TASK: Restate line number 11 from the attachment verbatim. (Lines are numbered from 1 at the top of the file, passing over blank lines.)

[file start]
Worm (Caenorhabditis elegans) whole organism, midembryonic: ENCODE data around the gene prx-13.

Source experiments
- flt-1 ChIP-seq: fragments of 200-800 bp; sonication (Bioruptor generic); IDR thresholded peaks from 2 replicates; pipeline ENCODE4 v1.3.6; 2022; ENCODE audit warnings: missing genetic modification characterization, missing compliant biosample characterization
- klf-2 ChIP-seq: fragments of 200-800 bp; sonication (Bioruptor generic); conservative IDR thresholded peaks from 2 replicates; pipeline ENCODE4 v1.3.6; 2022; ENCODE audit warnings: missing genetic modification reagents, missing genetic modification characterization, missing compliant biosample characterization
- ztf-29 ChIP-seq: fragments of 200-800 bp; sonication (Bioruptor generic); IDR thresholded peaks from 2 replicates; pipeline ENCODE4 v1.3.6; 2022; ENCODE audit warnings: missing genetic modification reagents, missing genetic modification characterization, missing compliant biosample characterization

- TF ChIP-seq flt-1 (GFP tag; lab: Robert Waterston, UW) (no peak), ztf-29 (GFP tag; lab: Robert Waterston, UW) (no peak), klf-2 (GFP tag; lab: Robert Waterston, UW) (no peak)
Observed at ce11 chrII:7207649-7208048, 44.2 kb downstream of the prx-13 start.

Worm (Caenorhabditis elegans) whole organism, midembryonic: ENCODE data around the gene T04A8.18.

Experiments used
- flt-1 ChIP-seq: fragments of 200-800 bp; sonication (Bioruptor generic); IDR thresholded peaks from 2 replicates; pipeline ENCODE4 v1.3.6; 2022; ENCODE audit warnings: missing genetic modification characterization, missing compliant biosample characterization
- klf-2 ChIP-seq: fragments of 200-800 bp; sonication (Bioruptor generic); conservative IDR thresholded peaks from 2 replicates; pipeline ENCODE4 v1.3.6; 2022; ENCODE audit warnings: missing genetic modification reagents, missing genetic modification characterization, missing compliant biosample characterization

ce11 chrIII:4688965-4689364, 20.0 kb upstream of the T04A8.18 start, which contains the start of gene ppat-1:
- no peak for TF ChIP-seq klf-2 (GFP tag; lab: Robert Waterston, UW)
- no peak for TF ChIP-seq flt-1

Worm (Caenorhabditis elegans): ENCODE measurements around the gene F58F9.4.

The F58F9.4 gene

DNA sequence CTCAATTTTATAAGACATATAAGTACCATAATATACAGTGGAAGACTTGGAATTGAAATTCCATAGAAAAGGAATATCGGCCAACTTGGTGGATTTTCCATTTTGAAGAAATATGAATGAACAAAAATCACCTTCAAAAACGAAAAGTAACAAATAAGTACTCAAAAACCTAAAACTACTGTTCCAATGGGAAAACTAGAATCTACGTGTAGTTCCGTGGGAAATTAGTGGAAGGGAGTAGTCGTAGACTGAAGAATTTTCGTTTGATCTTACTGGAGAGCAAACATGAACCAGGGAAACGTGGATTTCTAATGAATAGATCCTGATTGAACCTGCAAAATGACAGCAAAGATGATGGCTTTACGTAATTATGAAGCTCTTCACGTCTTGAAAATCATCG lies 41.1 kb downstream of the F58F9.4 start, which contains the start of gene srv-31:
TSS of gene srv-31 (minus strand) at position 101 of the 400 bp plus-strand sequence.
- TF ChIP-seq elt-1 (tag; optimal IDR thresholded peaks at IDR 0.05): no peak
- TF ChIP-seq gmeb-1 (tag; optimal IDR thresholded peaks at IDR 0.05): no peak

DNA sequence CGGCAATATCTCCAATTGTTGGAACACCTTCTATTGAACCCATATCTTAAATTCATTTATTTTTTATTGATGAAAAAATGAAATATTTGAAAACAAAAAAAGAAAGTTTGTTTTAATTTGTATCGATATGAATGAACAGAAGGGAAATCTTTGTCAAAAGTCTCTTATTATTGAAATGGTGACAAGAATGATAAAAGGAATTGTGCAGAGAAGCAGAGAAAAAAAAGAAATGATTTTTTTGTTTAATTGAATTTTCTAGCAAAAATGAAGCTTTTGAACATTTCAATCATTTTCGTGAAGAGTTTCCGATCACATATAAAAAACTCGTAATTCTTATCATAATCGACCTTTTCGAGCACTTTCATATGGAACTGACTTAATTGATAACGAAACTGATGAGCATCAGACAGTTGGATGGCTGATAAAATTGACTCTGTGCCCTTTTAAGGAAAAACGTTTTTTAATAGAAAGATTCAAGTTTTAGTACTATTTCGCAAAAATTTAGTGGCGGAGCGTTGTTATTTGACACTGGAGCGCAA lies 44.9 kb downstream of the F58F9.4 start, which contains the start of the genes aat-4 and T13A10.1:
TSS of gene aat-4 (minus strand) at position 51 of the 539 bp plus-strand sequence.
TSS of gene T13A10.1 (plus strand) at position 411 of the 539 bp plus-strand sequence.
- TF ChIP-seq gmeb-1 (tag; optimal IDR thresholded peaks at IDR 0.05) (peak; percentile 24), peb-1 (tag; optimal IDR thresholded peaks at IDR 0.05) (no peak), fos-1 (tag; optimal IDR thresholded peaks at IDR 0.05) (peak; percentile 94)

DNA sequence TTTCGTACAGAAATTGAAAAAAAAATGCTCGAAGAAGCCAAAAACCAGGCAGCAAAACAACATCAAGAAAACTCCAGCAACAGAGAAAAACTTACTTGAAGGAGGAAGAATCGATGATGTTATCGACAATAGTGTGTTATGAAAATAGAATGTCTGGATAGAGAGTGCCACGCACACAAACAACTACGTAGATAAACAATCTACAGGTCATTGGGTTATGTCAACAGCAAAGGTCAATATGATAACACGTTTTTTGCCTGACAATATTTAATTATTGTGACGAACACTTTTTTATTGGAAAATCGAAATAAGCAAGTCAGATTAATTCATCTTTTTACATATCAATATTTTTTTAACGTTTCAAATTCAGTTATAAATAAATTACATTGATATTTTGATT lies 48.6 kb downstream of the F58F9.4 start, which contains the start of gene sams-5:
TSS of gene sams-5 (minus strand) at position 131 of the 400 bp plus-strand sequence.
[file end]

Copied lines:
- klf-2 ChIP-seq: fragments of 200-800 bp; sonication (Bioruptor generic); conservative IDR thresholded peaks from 2 replicates; pipeline ENCODE4 v1.3.6; 2022; ENCODE audit warnings: missing genetic modification reagents, missing genetic modification characterization, missing compliant biosample characterization